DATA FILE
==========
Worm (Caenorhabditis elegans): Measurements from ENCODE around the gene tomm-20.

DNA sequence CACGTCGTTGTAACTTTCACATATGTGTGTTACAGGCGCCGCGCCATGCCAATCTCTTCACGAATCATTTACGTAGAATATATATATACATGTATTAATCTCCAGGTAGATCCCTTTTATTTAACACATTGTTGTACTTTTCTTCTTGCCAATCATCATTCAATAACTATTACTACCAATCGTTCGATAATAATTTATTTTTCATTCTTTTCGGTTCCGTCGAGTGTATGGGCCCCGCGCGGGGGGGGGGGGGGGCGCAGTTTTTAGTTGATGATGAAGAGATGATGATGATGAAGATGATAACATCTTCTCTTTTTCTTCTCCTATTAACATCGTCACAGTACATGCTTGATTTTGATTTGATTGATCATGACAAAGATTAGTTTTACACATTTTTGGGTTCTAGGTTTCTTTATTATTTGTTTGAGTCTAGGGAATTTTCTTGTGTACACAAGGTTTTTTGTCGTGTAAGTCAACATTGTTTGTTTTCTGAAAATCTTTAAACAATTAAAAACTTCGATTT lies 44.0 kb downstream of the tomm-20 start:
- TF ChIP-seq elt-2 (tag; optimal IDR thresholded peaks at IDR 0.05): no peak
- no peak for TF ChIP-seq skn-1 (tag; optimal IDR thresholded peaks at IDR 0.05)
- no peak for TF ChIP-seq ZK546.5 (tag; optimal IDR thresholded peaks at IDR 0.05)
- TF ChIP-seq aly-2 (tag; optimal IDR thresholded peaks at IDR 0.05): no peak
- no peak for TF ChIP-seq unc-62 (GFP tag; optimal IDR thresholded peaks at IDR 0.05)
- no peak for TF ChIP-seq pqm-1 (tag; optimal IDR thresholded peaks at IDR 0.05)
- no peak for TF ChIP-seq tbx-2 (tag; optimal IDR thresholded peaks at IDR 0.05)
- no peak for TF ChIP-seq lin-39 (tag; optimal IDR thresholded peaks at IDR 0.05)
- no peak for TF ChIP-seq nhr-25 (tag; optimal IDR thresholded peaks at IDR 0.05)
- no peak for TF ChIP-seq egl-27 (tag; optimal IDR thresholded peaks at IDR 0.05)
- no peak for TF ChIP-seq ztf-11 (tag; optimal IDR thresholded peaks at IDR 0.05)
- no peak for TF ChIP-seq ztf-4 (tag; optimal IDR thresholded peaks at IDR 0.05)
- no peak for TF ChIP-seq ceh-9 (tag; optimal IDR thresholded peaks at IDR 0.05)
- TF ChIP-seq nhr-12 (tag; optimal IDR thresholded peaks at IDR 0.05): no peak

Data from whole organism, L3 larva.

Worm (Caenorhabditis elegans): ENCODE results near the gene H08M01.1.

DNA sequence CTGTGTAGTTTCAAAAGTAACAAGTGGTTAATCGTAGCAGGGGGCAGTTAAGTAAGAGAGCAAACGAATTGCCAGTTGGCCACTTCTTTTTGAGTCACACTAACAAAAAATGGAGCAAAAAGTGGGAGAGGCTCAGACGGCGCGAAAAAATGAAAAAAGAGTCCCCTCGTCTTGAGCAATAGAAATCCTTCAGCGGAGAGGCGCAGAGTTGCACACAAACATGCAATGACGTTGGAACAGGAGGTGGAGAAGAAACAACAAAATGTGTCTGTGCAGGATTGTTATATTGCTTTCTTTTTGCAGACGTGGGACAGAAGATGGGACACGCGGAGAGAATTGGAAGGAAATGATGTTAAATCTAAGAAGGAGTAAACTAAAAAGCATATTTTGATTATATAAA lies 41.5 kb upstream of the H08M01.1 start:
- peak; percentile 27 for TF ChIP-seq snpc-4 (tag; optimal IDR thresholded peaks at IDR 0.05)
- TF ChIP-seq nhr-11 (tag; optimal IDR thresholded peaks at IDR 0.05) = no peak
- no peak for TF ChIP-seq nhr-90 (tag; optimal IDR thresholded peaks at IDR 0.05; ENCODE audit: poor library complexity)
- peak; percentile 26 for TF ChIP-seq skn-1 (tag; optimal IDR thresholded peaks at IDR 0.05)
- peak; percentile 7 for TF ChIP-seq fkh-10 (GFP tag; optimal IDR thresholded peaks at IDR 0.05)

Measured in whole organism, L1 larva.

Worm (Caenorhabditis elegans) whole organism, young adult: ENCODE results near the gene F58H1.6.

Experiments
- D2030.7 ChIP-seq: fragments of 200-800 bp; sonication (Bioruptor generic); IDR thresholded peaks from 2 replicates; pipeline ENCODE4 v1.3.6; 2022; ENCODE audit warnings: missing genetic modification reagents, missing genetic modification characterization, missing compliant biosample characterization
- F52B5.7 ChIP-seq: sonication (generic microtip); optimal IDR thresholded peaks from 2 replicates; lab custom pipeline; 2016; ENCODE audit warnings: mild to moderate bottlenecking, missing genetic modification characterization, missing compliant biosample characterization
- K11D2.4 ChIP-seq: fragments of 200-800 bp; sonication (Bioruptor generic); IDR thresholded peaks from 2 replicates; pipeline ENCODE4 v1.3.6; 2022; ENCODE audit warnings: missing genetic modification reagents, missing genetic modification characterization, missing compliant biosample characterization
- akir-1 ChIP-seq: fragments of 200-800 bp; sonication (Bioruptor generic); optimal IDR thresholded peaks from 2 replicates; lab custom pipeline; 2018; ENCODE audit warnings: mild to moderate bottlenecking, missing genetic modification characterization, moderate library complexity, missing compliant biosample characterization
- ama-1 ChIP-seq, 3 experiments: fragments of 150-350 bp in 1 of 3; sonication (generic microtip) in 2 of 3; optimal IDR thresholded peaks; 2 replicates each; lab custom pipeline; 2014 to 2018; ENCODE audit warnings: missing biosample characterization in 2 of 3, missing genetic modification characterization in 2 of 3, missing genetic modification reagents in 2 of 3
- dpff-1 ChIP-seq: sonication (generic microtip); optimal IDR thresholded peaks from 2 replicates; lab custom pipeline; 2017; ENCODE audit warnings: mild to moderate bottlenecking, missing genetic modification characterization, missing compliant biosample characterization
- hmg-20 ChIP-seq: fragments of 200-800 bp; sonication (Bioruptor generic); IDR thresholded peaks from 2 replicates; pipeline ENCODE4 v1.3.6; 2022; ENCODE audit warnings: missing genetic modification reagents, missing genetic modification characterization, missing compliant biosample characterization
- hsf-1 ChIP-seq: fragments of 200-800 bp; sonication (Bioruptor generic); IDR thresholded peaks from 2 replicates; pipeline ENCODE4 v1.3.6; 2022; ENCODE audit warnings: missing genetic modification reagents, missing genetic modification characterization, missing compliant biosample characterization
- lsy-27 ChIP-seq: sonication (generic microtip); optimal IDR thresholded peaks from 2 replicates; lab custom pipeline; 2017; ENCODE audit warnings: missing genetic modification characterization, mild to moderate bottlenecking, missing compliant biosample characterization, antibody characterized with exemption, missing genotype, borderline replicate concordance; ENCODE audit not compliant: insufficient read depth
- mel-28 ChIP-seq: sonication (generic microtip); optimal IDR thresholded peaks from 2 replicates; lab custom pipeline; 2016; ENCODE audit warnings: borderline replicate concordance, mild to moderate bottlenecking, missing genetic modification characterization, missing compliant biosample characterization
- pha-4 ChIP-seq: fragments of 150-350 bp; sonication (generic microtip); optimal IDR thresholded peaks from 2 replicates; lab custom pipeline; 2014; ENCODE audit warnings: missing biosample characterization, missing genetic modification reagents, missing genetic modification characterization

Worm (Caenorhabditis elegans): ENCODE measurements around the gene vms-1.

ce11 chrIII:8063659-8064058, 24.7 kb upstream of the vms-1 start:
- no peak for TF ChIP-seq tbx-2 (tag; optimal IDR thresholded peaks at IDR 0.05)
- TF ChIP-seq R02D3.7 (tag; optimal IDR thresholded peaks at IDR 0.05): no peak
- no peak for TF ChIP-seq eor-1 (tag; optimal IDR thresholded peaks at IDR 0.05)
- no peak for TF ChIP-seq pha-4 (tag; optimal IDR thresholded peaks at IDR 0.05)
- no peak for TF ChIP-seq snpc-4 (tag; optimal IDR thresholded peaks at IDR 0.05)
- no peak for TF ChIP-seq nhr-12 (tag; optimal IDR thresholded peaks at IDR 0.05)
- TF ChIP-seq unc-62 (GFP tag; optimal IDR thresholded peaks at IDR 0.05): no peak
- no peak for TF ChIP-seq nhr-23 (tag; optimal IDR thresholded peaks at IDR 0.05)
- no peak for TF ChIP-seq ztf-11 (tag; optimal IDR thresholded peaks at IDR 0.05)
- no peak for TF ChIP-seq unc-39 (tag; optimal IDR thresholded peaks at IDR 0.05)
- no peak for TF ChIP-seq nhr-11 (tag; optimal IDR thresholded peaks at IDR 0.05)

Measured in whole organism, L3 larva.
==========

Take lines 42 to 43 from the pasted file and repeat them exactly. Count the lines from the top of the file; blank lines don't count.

- TF ChIP-seq R02D3.7 (tag; optimal IDR thresholded peaks at IDR 0.05): no peak
- no peak for TF ChIP-seq eor-1 (tag; optimal IDR thresholded peaks at IDR 0.05)